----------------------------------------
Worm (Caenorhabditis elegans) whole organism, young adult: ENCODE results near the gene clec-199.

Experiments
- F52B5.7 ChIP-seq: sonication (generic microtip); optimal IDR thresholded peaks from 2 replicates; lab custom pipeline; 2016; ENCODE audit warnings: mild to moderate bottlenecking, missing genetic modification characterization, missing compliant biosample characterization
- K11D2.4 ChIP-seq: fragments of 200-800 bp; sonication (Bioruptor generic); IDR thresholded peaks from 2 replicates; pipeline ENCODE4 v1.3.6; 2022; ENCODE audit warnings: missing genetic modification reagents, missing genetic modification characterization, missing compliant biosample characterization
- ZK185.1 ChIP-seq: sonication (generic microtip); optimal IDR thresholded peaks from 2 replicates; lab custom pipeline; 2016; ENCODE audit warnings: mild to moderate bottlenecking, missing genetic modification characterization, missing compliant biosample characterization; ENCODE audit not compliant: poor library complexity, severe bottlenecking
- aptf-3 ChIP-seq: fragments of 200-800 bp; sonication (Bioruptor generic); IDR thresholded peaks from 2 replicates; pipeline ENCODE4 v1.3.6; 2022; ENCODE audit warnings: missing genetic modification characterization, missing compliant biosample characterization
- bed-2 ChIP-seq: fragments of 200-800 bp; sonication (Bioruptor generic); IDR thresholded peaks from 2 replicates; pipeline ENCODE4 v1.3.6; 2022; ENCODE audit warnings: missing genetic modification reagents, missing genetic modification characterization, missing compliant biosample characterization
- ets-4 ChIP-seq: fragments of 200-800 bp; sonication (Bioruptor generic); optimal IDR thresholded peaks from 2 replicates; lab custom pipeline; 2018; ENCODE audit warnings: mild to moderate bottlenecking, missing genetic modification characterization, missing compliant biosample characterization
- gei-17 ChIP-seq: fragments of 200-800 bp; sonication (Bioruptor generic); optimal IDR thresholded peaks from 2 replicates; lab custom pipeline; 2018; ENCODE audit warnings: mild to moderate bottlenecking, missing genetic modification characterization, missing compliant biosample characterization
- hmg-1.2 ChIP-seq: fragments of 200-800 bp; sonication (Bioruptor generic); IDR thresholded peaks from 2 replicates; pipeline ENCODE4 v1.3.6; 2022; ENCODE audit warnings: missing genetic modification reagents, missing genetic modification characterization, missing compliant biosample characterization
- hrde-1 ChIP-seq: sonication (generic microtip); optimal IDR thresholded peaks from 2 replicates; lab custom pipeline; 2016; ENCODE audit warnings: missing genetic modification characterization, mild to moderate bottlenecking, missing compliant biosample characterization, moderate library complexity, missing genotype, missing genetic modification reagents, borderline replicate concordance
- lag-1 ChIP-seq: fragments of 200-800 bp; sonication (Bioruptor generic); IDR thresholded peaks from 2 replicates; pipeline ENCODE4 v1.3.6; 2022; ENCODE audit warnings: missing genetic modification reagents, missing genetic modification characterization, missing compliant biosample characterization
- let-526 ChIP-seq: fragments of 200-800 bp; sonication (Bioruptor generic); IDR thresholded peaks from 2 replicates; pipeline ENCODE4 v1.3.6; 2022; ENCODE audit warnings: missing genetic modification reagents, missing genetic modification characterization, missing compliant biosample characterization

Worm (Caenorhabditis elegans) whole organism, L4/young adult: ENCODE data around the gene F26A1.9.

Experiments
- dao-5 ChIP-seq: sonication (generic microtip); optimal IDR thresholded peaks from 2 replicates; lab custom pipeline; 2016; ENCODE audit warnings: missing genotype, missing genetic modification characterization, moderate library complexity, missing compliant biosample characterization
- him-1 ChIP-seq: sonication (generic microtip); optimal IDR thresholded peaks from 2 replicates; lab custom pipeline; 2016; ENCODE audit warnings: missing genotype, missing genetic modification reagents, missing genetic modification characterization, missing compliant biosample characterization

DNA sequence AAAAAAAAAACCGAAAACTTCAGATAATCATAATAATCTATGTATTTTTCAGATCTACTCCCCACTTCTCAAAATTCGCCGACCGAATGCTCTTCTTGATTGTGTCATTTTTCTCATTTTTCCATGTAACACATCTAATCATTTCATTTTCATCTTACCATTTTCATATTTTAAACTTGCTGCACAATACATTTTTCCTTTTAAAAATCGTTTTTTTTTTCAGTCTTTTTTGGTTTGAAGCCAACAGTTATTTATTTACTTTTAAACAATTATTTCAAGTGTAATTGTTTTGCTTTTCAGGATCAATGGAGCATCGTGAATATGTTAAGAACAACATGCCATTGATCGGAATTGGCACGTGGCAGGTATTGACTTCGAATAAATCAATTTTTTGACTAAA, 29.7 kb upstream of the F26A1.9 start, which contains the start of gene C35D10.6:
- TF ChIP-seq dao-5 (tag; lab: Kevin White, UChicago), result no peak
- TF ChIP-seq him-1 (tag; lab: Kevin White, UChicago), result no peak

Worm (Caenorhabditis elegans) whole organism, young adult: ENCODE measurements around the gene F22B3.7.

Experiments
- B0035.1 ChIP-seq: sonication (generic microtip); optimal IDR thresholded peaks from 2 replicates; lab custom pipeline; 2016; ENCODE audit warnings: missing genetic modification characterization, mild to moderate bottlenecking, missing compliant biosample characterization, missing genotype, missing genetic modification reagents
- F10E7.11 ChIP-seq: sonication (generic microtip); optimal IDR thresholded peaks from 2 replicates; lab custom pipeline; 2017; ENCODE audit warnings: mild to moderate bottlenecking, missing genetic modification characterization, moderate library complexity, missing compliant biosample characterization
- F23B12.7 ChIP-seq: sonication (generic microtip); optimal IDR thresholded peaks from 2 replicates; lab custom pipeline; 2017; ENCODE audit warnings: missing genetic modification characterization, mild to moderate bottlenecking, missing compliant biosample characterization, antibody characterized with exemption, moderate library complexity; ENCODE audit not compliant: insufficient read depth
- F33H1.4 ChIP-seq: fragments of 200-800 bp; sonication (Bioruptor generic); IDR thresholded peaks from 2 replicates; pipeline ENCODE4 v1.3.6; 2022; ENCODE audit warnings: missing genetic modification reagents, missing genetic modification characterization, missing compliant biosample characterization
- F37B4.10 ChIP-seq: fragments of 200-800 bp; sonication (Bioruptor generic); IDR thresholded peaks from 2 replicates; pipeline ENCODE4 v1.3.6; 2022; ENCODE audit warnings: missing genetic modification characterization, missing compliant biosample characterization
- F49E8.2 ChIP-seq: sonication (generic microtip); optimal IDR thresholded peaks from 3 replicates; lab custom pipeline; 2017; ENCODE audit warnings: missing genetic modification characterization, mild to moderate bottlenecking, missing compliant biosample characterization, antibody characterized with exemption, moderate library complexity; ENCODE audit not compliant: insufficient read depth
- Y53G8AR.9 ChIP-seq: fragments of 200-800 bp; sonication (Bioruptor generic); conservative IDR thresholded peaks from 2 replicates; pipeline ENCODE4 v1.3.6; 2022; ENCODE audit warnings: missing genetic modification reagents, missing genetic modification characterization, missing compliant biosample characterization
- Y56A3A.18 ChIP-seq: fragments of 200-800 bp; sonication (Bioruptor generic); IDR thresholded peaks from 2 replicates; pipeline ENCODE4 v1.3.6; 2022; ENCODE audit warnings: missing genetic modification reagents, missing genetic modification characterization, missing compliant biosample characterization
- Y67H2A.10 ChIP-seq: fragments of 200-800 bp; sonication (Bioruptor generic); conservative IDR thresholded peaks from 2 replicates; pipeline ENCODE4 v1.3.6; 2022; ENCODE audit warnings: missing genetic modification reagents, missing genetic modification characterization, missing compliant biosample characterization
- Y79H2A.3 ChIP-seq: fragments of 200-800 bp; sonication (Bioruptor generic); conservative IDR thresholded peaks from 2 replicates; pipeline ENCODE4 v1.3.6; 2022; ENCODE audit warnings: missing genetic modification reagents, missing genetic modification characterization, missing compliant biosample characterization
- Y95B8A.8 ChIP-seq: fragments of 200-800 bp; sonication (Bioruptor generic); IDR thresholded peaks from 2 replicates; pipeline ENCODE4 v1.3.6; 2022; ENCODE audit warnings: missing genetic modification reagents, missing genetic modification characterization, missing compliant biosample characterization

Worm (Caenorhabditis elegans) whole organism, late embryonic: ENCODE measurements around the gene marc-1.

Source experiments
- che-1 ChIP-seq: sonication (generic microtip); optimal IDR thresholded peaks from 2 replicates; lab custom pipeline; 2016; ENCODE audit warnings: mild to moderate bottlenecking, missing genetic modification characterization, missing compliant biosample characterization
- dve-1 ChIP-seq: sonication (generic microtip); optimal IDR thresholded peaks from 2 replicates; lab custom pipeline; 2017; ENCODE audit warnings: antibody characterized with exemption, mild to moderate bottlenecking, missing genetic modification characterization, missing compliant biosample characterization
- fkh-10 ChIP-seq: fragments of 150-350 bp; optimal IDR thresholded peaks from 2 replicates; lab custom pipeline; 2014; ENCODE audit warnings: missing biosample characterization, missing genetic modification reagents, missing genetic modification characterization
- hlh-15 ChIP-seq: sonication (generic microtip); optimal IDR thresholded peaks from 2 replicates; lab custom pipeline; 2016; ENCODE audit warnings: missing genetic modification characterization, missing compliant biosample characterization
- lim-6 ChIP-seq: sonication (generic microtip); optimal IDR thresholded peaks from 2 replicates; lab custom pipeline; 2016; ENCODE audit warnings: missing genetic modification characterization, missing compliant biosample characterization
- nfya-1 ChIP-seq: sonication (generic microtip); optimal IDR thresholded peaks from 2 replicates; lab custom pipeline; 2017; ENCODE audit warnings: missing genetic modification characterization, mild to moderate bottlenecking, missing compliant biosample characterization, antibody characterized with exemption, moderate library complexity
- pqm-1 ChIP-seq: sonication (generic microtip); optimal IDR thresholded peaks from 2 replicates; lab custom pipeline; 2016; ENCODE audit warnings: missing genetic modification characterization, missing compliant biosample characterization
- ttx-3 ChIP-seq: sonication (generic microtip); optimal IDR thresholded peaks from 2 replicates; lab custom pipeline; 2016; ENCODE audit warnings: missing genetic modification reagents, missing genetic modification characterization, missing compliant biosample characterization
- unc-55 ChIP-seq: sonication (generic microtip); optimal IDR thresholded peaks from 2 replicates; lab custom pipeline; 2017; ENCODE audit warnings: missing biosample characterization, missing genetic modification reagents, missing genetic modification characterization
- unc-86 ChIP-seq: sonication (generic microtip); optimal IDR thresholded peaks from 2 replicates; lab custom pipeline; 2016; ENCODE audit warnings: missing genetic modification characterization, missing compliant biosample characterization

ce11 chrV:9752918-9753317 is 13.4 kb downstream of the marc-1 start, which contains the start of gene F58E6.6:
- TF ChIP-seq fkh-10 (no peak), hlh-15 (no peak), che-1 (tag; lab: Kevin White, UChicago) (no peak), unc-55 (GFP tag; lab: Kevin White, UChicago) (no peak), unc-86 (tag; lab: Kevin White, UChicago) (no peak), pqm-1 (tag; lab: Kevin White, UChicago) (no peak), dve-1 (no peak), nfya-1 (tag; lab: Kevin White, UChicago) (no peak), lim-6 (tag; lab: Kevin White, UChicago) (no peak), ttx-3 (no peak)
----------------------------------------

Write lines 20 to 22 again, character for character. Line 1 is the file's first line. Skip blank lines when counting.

- TF ChIP-seq him-1 (tag; lab: Kevin White, UChicago), result no peak

Worm (Caenorhabditis elegans) whole organism, young adult: ENCODE measurements around the gene F22B3.7.

Experiments